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Transient Elastography Offers Liver Disease Screening Tool

New test is found superior to current biochemical tests to rule out fibrosis and cirrhosis

FRIDAY, Jan. 29 (HealthDay News) -- Transient elastography offers a new noninvasive screening test to detect or rule out significant fibrosis and early cirrhosis in patients with nonalcoholic fatty liver disease (NAFLD), according to a study in the February issue of Hepatology.

Vincent Wai-Sun Wong, M.D., of the Chinese University of Hong Kong, and colleagues took liver stiffness measurements in 246 patients with NAFLD using transient elastography and, within a week, performed percutaneous liver biopsy. The transient elastography and histological results were compared to evaluate transient elastography as a screening test.

Overall, the researchers judged transient elastography's ability to detect F2, F3, and F4 disease to be good, with areas under the receiver-operating characteristics curve (AUROCs) of 0.84, 0.93, and 0.95, respectively. These results were superior to the AUROCs for the biochemical tests in current use. The researchers successfully obtained measurements in more than 97 percent of non-obese patients and 75 percent of obese patients, and successful measurement of liver stiffness was not affected by hepatic steatosis or necroinflammation.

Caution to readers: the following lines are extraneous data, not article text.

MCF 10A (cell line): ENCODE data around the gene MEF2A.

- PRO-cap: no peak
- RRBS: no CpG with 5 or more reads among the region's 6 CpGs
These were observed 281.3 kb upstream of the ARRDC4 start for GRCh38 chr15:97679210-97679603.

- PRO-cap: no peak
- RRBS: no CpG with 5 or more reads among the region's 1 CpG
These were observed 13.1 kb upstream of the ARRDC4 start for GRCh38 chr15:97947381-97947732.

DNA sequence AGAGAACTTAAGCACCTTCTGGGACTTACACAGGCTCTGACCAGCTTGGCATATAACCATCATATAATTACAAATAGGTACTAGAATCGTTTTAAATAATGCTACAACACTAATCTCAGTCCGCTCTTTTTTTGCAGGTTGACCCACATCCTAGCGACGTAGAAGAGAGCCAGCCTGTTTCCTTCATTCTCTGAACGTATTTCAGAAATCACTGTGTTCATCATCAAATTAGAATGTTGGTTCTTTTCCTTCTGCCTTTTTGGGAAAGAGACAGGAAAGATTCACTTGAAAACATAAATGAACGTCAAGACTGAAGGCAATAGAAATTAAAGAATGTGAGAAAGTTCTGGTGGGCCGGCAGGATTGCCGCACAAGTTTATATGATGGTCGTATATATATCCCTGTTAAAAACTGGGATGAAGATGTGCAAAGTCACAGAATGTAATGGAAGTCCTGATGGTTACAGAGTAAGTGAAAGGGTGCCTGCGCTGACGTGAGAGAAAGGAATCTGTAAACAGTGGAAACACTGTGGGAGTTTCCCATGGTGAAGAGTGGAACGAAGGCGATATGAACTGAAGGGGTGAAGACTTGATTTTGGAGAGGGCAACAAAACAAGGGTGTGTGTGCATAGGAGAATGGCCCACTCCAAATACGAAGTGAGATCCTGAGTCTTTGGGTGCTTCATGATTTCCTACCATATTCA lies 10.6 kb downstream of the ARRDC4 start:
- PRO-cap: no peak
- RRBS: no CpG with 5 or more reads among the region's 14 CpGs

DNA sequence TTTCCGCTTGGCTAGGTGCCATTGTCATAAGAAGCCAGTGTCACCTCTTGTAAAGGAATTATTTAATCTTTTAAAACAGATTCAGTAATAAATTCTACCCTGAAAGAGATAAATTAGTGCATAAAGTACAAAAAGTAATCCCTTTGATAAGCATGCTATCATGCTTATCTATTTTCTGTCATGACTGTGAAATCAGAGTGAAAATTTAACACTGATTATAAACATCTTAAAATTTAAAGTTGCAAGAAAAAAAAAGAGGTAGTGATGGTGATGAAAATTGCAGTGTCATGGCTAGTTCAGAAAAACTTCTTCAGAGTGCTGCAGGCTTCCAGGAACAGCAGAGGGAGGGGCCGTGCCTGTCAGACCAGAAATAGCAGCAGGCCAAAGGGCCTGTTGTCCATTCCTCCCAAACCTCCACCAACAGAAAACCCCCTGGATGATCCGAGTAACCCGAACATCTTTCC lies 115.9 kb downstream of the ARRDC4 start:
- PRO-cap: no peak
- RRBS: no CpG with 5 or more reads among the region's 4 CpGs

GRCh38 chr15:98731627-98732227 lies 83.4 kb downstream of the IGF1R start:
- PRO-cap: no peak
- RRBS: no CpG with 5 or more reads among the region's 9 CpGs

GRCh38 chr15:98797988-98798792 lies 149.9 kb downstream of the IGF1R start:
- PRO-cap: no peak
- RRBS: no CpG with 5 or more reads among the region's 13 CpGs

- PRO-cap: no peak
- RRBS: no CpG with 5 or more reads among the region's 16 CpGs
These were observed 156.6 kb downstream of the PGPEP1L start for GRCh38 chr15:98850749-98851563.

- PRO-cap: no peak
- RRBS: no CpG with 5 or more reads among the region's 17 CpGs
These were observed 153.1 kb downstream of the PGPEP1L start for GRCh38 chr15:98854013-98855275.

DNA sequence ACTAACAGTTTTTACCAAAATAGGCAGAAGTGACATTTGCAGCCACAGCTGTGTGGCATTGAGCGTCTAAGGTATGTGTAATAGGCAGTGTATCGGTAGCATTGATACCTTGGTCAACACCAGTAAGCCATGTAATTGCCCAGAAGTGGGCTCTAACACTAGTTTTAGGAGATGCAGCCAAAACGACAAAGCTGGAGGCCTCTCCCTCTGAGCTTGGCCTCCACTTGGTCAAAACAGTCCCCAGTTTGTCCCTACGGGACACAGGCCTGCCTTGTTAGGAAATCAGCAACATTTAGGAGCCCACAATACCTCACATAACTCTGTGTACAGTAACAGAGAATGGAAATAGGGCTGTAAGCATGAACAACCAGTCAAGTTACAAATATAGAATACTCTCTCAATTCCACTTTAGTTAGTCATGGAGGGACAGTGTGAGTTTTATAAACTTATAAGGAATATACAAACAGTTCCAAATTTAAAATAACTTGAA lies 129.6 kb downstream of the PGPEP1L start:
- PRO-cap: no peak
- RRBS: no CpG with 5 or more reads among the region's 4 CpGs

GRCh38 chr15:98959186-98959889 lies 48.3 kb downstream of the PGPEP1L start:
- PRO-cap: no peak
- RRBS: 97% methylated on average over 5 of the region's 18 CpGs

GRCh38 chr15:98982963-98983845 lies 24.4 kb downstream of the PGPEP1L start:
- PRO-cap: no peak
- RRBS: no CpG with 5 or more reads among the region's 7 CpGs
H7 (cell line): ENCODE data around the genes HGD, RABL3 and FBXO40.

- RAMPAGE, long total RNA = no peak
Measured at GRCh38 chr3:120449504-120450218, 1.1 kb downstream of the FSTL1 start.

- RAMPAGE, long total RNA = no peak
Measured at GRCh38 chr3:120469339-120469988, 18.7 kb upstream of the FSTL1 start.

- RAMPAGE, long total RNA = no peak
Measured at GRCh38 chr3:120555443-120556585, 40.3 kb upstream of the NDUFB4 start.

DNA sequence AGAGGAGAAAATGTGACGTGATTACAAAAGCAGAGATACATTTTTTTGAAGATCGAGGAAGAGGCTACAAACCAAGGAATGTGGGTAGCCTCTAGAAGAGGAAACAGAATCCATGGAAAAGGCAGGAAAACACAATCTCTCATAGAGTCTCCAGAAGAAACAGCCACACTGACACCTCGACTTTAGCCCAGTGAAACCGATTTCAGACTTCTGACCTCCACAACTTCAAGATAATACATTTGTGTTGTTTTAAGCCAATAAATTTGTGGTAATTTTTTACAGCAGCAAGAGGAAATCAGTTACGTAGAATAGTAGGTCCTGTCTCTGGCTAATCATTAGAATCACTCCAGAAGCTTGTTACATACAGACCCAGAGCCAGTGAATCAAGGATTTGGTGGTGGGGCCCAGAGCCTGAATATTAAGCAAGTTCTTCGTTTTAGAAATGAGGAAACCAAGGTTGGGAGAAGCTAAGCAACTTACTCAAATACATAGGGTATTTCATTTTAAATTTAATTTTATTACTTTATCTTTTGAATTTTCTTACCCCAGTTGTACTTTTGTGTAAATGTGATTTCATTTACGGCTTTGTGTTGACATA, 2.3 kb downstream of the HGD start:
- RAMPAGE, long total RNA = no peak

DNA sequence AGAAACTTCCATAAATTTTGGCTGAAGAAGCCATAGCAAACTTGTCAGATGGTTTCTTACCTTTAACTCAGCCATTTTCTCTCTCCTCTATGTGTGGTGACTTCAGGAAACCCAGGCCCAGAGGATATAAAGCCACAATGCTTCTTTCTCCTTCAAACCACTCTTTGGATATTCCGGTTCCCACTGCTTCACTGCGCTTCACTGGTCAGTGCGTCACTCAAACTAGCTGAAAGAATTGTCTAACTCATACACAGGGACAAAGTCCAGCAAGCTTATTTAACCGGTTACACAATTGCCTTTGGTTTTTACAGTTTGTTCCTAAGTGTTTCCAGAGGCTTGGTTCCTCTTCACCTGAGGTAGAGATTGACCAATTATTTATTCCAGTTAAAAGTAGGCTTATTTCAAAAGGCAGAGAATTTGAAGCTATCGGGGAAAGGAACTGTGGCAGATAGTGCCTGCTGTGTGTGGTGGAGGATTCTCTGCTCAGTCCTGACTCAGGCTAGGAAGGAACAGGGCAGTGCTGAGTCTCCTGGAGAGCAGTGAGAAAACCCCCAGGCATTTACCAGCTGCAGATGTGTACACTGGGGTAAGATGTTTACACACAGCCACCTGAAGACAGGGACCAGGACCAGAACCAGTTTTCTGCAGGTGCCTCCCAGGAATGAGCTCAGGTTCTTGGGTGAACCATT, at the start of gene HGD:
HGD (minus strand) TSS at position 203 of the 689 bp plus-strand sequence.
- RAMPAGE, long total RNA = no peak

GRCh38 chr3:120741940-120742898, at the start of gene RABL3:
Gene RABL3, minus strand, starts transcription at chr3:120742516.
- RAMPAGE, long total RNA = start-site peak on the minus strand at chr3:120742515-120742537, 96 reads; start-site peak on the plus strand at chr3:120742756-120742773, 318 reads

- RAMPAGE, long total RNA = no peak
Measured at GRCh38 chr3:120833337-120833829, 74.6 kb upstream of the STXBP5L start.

"In summary, Wong and colleagues have provided valuable data regarding the use of transient elastography in patients with NAFLD. Its strength appears to be for excluding advanced fibrosis and cirrhosis; however, there are a number of issues that need to be clarified before it is routinely used in the clinical setting," writes the author of an accompanying editorial.

One author reported advising, and being is a speaker for, Novartis and Bristol-Myers Squibb, as well as advising Pharmasset and Schering-Plough. Another author reported advising, and being a speaker for, AstraZeneca, GlaxoSmithKline and Roche.

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